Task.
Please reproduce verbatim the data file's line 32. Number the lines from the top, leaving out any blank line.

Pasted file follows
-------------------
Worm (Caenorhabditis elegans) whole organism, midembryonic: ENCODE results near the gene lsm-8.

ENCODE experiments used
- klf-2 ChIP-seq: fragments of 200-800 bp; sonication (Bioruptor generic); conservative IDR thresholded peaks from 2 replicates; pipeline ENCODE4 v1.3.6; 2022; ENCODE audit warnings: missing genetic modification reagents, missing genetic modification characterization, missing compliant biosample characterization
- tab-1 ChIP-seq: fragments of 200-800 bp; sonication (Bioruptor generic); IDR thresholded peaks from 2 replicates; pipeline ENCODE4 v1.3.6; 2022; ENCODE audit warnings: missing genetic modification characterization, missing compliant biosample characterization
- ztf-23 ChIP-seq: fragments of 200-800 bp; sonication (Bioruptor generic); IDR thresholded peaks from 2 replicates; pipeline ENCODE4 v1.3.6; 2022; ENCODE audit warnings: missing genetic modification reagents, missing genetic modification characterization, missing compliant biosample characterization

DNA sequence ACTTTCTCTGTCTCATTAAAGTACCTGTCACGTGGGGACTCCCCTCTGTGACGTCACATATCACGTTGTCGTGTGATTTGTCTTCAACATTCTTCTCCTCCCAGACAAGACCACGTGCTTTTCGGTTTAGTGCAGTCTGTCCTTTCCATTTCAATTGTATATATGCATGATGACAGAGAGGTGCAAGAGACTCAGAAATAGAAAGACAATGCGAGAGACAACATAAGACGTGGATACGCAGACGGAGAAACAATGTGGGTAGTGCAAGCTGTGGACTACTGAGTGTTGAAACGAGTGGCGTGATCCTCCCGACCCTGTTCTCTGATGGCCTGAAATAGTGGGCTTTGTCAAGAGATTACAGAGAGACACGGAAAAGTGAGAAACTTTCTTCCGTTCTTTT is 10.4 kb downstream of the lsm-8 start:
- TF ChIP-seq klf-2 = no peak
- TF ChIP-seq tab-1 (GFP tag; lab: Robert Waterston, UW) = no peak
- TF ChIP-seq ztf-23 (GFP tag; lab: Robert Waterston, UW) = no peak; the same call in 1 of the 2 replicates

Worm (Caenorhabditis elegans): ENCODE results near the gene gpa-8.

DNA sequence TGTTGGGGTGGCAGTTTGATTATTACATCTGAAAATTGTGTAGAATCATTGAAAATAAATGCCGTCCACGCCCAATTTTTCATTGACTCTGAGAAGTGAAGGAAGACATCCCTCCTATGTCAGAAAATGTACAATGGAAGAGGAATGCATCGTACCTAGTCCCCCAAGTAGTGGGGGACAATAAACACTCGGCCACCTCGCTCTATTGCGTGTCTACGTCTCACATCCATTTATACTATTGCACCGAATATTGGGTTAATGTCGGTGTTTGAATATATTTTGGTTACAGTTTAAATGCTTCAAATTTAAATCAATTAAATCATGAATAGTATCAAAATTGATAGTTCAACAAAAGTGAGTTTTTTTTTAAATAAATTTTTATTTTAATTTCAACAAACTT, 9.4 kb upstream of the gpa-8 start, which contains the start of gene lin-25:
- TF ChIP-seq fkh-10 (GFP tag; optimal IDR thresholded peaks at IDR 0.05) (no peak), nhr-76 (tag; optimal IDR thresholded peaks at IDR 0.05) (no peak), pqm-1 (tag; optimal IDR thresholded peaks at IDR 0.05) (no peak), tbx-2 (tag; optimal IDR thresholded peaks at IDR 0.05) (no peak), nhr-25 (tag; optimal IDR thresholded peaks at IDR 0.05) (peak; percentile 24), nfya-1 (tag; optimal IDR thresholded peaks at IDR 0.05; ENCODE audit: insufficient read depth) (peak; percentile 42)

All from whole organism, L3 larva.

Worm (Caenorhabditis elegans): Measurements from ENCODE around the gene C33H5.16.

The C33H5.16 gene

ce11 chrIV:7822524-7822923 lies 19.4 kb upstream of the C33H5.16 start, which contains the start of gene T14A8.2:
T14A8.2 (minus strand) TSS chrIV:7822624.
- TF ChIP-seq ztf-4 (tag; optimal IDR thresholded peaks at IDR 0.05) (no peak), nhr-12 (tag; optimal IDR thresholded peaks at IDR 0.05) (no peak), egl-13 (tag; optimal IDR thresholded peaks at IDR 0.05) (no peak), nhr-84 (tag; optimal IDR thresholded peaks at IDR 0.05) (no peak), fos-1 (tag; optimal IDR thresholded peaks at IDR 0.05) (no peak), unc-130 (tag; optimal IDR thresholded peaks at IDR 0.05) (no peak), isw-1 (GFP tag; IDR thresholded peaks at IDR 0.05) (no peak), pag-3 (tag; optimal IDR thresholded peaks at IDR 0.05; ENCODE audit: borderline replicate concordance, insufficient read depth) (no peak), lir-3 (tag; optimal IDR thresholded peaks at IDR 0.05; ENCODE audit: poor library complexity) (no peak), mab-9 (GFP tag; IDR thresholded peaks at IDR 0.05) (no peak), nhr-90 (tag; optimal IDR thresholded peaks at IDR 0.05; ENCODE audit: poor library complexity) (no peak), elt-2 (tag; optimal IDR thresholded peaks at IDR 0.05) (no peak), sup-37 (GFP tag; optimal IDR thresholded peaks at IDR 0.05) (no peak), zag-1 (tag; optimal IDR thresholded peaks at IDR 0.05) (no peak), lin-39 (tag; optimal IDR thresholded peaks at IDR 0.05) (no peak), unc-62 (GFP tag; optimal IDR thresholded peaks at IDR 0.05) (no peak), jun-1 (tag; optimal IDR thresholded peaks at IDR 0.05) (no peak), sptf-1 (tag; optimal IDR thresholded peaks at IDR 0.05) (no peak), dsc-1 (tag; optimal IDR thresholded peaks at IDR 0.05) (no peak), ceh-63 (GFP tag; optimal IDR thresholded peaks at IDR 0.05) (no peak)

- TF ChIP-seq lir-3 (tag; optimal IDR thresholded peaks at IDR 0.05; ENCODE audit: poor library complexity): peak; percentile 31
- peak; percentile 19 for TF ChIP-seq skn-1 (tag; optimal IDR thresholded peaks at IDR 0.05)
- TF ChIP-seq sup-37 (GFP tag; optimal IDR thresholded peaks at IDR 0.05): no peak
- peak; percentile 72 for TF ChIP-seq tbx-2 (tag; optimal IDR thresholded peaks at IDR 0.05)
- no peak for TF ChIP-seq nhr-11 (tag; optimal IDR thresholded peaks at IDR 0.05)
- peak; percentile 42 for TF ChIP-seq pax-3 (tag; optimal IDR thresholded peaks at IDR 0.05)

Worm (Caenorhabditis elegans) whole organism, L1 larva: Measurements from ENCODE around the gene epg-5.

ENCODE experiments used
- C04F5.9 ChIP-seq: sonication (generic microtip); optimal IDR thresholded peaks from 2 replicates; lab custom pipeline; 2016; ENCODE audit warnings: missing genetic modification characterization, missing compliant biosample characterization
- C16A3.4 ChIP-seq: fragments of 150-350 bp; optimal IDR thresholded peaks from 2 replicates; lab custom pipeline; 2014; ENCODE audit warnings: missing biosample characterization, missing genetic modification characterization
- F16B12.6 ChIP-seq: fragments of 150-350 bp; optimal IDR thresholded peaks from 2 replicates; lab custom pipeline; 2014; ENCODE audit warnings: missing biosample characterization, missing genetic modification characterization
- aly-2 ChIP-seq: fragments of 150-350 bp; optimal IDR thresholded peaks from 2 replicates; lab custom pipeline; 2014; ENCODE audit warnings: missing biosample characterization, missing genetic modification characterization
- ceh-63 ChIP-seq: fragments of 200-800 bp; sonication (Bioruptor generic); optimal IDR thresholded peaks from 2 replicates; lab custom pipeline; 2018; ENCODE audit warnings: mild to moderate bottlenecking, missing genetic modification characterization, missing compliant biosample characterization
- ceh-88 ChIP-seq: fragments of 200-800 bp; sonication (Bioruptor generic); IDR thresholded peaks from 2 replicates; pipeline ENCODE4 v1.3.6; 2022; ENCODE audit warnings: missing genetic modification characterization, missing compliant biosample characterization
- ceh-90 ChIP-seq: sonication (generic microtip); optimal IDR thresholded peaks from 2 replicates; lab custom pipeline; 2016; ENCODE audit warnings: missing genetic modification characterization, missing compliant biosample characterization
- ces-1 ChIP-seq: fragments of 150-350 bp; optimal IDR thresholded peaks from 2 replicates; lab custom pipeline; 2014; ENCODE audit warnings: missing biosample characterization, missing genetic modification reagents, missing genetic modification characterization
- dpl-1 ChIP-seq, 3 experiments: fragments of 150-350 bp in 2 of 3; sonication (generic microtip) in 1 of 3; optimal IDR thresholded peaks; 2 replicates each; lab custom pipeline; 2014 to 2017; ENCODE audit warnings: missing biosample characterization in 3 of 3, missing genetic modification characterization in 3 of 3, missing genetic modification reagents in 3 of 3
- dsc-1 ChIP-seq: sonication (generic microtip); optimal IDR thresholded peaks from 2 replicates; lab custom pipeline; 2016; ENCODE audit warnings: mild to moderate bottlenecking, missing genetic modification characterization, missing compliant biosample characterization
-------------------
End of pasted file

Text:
- ceh-88 ChIP-seq: fragments of 200-800 bp; sonication (Bioruptor generic); IDR thresholded peaks from 2 replicates; pipeline ENCODE4 v1.3.6; 2022; ENCODE audit warnings: missing genetic modification characterization, missing compliant biosample characterization